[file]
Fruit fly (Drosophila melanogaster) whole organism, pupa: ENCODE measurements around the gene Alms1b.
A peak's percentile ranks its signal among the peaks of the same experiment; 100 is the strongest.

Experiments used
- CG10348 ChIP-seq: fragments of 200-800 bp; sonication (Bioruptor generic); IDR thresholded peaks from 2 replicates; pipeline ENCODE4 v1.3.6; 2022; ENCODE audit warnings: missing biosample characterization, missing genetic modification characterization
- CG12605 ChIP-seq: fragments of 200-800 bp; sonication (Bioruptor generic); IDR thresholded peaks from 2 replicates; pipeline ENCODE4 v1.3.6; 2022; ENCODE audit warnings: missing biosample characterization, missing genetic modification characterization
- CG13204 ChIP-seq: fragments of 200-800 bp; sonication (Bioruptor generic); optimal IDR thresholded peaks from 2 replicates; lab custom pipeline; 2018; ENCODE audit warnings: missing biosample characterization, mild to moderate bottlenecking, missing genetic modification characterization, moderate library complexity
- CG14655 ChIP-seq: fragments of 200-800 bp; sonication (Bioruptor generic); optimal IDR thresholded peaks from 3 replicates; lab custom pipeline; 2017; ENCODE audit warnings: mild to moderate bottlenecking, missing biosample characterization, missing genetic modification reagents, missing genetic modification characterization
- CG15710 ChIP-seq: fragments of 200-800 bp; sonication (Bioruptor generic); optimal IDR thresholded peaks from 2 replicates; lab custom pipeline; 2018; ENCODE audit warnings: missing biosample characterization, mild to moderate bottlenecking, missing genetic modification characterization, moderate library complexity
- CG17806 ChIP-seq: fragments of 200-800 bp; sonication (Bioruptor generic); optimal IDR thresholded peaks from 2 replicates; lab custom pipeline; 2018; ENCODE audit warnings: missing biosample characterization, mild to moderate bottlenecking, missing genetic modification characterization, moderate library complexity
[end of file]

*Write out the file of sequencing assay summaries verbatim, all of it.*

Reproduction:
Fruit fly (Drosophila melanogaster) whole organism, pupa: ENCODE measurements around the gene Alms1b.
A peak's percentile ranks its signal among the peaks of the same experiment; 100 is the strongest.

Experiments used
- CG10348 ChIP-seq: fragments of 200-800 bp; sonication (Bioruptor generic); IDR thresholded peaks from 2 replicates; pipeline ENCODE4 v1.3.6; 2022; ENCODE audit warnings: missing biosample characterization, missing genetic modification characterization
- CG12605 ChIP-seq: fragments of 200-800 bp; sonication (Bioruptor generic); IDR thresholded peaks from 2 replicates; pipeline ENCODE4 v1.3.6; 2022; ENCODE audit warnings: missing biosample characterization, missing genetic modification characterization
- CG13204 ChIP-seq: fragments of 200-800 bp; sonication (Bioruptor generic); optimal IDR thresholded peaks from 2 replicates; lab custom pipeline; 2018; ENCODE audit warnings: missing biosample characterization, mild to moderate bottlenecking, missing genetic modification characterization, moderate library complexity
- CG14655 ChIP-seq: fragments of 200-800 bp; sonication (Bioruptor generic); optimal IDR thresholded peaks from 3 replicates; lab custom pipeline; 2017; ENCODE audit warnings: mild to moderate bottlenecking, missing biosample characterization, missing genetic modification reagents, missing genetic modification characterization
- CG15710 ChIP-seq: fragments of 200-800 bp; sonication (Bioruptor generic); optimal IDR thresholded peaks from 2 replicates; lab custom pipeline; 2018; ENCODE audit warnings: missing biosample characterization, mild to moderate bottlenecking, missing genetic modification characterization, moderate library complexity
- CG17806 ChIP-seq: fragments of 200-800 bp; sonication (Bioruptor generic); optimal IDR thresholded peaks from 2 replicates; lab custom pipeline; 2018; ENCODE audit warnings: missing biosample characterization, mild to moderate bottlenecking, missing genetic modification characterization, moderate library complexity